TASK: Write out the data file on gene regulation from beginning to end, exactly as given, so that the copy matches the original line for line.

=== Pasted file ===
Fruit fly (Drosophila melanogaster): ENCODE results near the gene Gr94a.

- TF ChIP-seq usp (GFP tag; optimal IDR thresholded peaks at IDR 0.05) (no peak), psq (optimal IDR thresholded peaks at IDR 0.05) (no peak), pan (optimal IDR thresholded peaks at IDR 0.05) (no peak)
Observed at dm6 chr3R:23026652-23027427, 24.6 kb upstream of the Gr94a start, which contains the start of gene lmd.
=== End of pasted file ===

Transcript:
Fruit fly (Drosophila melanogaster): ENCODE results near the gene Gr94a.

- TF ChIP-seq usp (GFP tag; optimal IDR thresholded peaks at IDR 0.05) (no peak), psq (optimal IDR thresholded peaks at IDR 0.05) (no peak), pan (optimal IDR thresholded peaks at IDR 0.05) (no peak)
Observed at dm6 chr3R:23026652-23027427, 24.6 kb upstream of the Gr94a start, which contains the start of gene lmd.